sing

Definition from Wiktionary, the free dictionary
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See also: Sing, siŋ, sing., and Sing.

English[edit]

Etymology[edit]

From Middle English singen, from Old English singan, from Proto-Germanic *singwaną, from Proto-Indo-European *sengʷʰ-.

Pronunciation[edit]

  • enPR: sĭng, IPA(key): /sɪŋ/
  • (file)
  • (file)
  • Rhymes: -ɪŋ

Verb[edit]

sing (third-person singular simple present sings, present participle singing, simple past sang, past participle sung or (archaic) sungen)

  1. (intransitive) To produce musical or harmonious sounds with one’s voice.
    "I really want to sing in the school choir," said Vera.
  2. (transitive) To express audibly by means of a harmonious vocalization.
    • 1852, Mrs M.A. Thompson, “The Tutor's Daughter”, in Graham's American Monthly Magazine of Literature, Art, and Fashion[1], page 266:
      In the lightness of my heart I sang catches of songs as my horse gayly bore me along the well-remembered road.
  3. (transitive) To soothe with singing.
    to sing somebody to sleep
  4. (intransitive, slang) To confess under interrogation.
  5. To make a small, shrill sound.
    The air sings in passing through a crevice.
    a singing kettle
    • Alexander Pope
      O'er his head the flying spear / Sang innocent, and spent its force in air.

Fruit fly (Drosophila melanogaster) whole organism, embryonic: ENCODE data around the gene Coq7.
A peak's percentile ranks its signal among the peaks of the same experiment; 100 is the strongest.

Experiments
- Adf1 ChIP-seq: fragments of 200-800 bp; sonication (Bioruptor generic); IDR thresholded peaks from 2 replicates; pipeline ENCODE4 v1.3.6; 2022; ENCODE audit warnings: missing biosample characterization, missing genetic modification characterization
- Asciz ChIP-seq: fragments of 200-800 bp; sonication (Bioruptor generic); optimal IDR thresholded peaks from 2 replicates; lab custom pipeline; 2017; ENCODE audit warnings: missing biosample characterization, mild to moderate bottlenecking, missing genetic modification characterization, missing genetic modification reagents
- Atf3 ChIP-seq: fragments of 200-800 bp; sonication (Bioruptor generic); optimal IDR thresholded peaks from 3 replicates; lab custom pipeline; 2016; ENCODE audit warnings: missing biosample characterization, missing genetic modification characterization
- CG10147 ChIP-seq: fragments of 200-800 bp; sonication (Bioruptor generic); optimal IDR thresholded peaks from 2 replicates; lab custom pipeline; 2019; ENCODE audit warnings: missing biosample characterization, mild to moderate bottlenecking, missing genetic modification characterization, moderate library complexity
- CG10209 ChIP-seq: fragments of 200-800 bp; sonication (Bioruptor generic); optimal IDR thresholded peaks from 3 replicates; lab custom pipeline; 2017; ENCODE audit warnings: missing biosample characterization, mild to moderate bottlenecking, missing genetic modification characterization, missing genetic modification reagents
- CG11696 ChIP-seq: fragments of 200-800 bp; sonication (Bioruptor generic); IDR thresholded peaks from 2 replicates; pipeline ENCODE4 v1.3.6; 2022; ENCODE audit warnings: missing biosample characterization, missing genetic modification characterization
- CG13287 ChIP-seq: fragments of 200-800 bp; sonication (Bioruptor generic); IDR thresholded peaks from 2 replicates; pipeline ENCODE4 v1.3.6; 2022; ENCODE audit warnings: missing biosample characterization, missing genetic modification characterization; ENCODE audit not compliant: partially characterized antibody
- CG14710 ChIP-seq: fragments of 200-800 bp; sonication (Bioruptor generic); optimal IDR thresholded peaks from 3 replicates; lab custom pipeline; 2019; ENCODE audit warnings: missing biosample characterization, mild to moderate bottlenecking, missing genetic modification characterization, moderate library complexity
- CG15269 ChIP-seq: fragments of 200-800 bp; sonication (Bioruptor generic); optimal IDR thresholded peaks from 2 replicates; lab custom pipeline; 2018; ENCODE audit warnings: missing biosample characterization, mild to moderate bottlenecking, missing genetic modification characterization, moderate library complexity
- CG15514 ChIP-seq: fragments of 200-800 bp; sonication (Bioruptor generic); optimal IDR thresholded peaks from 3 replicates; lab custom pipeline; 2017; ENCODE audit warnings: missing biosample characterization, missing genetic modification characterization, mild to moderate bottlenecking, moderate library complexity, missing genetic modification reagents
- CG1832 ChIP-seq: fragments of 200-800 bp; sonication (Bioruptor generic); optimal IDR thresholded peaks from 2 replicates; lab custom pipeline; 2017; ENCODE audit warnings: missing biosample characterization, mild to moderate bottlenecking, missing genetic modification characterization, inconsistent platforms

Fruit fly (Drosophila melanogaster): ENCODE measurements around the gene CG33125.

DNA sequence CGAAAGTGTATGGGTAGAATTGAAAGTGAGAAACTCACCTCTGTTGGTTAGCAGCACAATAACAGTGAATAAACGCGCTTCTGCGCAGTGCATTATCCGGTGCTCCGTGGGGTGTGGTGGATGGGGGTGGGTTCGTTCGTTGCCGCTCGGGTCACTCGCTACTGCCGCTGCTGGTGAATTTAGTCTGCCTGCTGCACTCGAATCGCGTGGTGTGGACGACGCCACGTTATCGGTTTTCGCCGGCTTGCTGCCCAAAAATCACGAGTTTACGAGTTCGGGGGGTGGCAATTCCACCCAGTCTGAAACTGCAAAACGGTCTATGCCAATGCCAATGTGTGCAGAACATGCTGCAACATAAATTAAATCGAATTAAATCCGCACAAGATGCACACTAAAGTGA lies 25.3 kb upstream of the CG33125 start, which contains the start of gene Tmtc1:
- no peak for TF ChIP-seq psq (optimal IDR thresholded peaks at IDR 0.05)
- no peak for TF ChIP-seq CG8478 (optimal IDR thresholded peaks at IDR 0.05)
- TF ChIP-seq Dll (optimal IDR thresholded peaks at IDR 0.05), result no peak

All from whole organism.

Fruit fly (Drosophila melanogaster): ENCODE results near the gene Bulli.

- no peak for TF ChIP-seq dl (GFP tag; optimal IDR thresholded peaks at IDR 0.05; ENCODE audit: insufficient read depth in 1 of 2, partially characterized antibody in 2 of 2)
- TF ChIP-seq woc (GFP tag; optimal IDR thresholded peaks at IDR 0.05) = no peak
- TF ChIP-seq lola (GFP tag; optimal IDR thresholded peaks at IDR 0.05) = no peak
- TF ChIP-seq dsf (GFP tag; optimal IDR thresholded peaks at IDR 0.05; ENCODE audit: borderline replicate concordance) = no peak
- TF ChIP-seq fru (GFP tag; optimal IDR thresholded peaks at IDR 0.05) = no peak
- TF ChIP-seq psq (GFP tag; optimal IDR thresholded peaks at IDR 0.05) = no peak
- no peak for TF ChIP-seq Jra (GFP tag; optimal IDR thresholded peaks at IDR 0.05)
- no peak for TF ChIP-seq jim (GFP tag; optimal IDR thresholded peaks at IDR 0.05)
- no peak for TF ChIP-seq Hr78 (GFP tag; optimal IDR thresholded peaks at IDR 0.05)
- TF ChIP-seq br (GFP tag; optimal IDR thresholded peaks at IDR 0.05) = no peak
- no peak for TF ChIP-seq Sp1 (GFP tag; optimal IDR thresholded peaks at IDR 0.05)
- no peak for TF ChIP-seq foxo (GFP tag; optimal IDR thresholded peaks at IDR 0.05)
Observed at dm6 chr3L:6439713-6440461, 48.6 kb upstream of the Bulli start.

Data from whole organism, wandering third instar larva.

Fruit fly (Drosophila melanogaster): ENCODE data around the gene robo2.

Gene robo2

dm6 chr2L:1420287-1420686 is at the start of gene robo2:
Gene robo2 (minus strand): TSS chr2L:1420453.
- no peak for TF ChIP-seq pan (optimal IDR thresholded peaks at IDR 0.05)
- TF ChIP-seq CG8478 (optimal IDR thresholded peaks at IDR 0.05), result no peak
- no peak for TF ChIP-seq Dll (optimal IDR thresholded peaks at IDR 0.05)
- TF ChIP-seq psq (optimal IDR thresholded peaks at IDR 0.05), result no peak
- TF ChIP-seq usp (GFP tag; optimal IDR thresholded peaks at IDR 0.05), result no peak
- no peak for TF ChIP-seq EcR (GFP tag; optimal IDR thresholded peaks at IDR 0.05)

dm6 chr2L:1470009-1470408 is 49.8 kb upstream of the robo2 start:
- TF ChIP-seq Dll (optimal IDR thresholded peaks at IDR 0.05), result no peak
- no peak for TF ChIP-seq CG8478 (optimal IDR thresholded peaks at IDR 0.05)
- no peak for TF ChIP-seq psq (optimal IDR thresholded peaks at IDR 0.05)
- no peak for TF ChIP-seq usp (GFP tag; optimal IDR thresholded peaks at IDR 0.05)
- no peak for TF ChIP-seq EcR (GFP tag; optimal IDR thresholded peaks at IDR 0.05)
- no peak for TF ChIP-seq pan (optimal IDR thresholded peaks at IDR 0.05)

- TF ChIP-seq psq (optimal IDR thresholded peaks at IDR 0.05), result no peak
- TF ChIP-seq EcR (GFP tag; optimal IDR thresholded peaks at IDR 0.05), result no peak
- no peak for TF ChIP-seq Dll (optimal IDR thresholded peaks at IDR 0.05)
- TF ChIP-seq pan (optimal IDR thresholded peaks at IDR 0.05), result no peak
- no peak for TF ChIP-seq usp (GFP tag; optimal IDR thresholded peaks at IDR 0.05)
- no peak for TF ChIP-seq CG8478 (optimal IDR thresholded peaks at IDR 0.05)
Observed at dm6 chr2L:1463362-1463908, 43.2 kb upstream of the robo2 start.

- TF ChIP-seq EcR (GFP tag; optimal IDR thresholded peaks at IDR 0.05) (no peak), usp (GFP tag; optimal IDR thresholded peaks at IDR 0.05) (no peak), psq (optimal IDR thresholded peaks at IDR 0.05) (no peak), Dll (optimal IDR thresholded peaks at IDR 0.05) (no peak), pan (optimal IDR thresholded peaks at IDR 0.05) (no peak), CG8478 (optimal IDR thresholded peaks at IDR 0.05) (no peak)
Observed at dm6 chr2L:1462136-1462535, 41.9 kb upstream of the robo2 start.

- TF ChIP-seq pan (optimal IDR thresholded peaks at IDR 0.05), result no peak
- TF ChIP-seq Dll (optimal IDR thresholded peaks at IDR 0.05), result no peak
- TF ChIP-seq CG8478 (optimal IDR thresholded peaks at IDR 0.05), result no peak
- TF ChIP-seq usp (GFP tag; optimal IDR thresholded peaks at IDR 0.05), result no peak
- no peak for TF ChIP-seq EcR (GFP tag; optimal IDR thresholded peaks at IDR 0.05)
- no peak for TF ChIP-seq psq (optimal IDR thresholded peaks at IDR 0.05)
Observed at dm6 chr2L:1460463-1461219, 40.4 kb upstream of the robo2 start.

6. To relate in verse; to celebrate in poetry.
    • Prior
      Bid her [] sing / Of human hope by cross event destroyed.
    (Can we find and add a quotation of Milton to this entry?)
  7. (intransitive) To display fine qualities; to stand out as excellent.
    The sauce really makes this lamb sing.

Synonyms[edit]

Derived terms[edit]

Related terms[edit]

Translations[edit]

Noun[edit]

sing (plural sings)

  1. A gathering at which people sing songs.
    • 2002, Martha Mizell Puckett, Hoyle B. Puckett, Memories of a Georgia Teacher: Fifty Years in the Classroom, page 198:
      Some of the young folks asked Mrs. Long could they have a sing at her home that Sunday afternoon; she readily agreed, telling them to come early, bring their songbooks, and have a good sing.
    • 2016, Kerry Greenwood, Murder and Mendelssohn, Sydney: Allen and Unwin, page 287:
      'Ah, yes, Miss Fisher, have you had a nice sing?'

See also[edit]

Anagrams[edit]


Afrikaans[edit]

Etymology[edit]

From Dutch zingen.

Verb[edit]

sing (present sing, present participle singende, past participle gesing)

  1. to sing

Derived terms[edit]


Hungarian[edit]

Etymology[edit]

Borrowed from German. First attested in 1368.[1]

Pronunciation[edit]

Noun[edit]

sing (plural singek)

  1. (archaic) cubit (a unit of linear measure, no longer in use, originally equal to the length of the forearm)

Declension[edit]

Inflection (stem in -e-, front unrounded harmony)
singular plural
nominative sing singek
accusative singet singeket
dative singnek singeknek
instrumental singgel singekkel
causal-final singért singekért
translative singgé singekké
terminative singig singekig
essive-formal singként singekként
essive-modal
inessive singben singekben
superessive singen singeken
adessive singnél singeknél
illative singbe singekbe
sublative singre singekre
allative singhez singekhez
elative singből singekből
delative singről singekről
ablative singtől singektől
Possessive forms of sing
possessor single possession multiple possessions
1st person sing. singem singjeim
2nd person sing. singed singjeid
3rd person sing. singje singjei
1st person plural singünk singjeink
2nd person plural singetek singjeitek
3rd person plural singjük singjeik

Derived terms[edit]

References[edit]